Sen. Joni Ernst (R-Iowa) is introducing legislation to ensure that federal grant recipients such as the EcoHealth Alliance disclose to funding agencies whenever they, in turn, pass funds to other recipients, such as the virology lab in Wuhan, China.
“Despite skirting federal law and refusing to disclose how much U.S. taxpayer money was funneled to Communist China’s Wuhan Institute of Virology (WIV) and the details about the coronavirus research the funding supported, EcoHealth Alliance was rewarded with another $7.5 million,” Ernst said in a statement on June 15.
“Iowa taxpayers shouldn’t be forced to foot the bill for any organization that fails to comply with federal law. My bill would prevent federal funding from going to organizations, like EcoHealth, until they provide answers on how and where taxpayer dollars are being spent,” she said.
The Ernst bill is titled “Stop the Outlay of Payments Act” (STOP) and it requires funding agencies to suspend grants to recipients until they provide required information about how they spend the tax dollars they receive. The recipient would have 120 days to provide the information or materials that prompted the suspension, or the grant would be canceled.
The bill also directs the Office of Management and Budget (OMB) to maintain a publicly available list of all such suspensions.
Ernst’s bill was prompted by the refusal of the New York-based nonprofit EcoHealth Alliance to respond to a July 8, 2020, letter (pdf) it received from the National Institutes of Health (NIH) regarding grants that it then shared with the WIV. The NIH earlier in the year had suspended a grant to EcoHealth Alliance for its failure to comply with required disclosures of how the money was spent.
The WIV is the center of the controversy over how the CCP (Chinese Communist Party) virus, also known as the novel coronavirus, spread throughout China and around the globe, including to the United States, beginning in November 2019.
More than three million people have died from the virus, including more than 559,000 in the United States. The CCP has insisted that the virus originated with bats and somehow made the jump to infect other species, including humans.
But suspicions have surrounded the WIV from the beginning of the virus controversy because of concerns about the safety record of the lab, which is closely connected to the Chinese military. The fear is that the virus could have leaked from the lab to the general population in Wuhan and from there to the rest of the world.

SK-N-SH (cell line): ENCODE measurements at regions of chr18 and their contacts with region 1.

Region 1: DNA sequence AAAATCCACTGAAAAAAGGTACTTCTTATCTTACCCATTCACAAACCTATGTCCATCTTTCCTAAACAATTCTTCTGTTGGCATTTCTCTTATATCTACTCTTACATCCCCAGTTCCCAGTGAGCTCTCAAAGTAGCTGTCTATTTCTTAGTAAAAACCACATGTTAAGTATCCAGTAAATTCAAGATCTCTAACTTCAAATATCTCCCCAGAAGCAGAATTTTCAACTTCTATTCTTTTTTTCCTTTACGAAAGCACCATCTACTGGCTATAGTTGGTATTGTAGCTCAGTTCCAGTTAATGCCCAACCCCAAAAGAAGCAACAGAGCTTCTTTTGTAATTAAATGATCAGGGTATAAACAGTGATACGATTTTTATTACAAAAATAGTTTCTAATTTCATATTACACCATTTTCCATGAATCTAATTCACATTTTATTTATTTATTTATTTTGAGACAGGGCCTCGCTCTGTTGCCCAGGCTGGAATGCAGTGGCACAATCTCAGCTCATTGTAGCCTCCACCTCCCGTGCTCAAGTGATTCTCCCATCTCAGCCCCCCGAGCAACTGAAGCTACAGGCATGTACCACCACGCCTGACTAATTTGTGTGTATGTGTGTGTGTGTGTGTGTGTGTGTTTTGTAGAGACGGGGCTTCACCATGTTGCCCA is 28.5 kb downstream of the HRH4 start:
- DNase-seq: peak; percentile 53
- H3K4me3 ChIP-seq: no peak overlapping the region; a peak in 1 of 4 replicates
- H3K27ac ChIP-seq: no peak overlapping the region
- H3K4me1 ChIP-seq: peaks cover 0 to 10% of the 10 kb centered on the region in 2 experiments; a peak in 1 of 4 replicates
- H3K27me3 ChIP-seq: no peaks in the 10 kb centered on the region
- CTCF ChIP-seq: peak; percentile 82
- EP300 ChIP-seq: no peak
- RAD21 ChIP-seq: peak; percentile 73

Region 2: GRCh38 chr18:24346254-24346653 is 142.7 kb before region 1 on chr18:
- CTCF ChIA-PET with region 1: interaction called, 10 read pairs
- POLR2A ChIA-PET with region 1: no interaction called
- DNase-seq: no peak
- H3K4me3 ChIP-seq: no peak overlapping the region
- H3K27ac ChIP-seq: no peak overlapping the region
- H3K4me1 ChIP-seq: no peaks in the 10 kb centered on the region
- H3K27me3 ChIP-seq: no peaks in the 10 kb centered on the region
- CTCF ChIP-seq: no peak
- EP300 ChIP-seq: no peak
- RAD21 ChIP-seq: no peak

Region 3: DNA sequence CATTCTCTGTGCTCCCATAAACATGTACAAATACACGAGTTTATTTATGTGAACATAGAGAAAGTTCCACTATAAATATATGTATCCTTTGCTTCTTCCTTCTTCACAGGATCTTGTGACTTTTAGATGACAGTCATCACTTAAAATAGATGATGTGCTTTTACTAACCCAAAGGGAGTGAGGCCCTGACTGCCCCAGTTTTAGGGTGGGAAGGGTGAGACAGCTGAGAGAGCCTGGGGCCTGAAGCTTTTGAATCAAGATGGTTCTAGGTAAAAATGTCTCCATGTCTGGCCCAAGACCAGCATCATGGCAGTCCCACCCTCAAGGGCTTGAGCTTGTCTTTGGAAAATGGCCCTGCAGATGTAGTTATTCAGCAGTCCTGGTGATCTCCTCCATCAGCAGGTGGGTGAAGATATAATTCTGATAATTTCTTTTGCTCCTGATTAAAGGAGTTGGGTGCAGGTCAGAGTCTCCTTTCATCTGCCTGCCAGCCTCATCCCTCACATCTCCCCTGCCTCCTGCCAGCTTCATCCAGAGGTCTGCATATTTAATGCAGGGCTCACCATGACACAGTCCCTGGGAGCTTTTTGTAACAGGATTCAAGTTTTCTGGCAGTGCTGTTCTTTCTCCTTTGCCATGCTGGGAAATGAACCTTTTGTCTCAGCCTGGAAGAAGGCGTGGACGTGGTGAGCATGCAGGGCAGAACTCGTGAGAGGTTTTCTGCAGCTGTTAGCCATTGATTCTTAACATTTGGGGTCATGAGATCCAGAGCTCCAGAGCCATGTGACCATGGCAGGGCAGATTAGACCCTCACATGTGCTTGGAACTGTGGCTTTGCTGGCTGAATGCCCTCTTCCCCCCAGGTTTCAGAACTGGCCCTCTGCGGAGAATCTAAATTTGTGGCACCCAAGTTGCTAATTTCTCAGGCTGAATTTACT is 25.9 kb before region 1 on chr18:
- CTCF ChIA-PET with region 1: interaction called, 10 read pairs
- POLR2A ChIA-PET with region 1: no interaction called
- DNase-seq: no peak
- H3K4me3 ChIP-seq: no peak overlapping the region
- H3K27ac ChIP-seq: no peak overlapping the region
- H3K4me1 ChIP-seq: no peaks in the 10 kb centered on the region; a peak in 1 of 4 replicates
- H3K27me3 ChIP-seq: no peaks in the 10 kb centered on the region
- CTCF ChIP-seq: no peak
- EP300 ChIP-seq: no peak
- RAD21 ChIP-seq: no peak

Numerous investigations on the issue have been opened, including those by the World Health Organization, the U.S. government, and multiple private groups of experts, but the Chinese state has refused to cooperate with any of them.
There are also concerns that the virus was engineered in the lab as part of the gain-of-function research being conducted there, with much of the funding for it coming from the U.S. government via EcoHealth.
“Gain of function” refers to processes used by researchers to alter the DNA of a virus to give it additional characteristics, including greater resistance to vaccines, more rapid spread among victims, and specific symptoms they would suffer.
On June 15, Ernst released the July 2020 NIH letter, which noted that EcoHealth hadn’t responded to a previous letter and pointed out that “the NIH has received reports that the Wuhan Institute of Virology (WIV), a sub-recipient of EcoHealth Alliance under R01AI110964, has been conducting research at its facilities in China that pose serious bio-safety concerns and, as a result, create health and welfare threats to the public in China and other countries, including the United States.”
The letter further noted that the NIH had “concerns that WIV has not satisfied safety requirements under the award, and that EcoHealth Alliance has not satisfied its obligations to monitor the activities of its subrecipient to ensure compliance.”
“Moreover, as we have informed you through prior Notices of Award, this award is subject to the Transparency Act subaward and executive compensation reporting requirement” in federal law. “To date, you have not reported any subawards in the Federal Subaward Reporting System.”
The NIH letter included seven information requests EcoHealth was required to fulfill in order to continue to receive funding. EcoHealth Alliance didn’t respond to the NIH letter, but the group’s head, Dr. Peter Daszak told the media that the seven informational requests were “heinous.”
Ernst noted that NIH’s new grant worth $7.5 million to EcoHealth Alliance was awarded a month after the July 2020 letter regarding the earlier suspension was sent.
“The group has collected more than $60 million in taxpayer dollars from other government agencies, including more than $5 million from the Department of Defense since July 2020,” Ernst said in a separate statement announcing that the NIH was the June recipient of her monthly “Squeal Award.”
The Iowa Republican uses the Squeal Award to highlight examples of waste, fraud, and abuse across the federal government.
Future funding of the WIV by any U.S. grant recipient would be banned by an amendment Ernst introduced and the Senate adopted in May.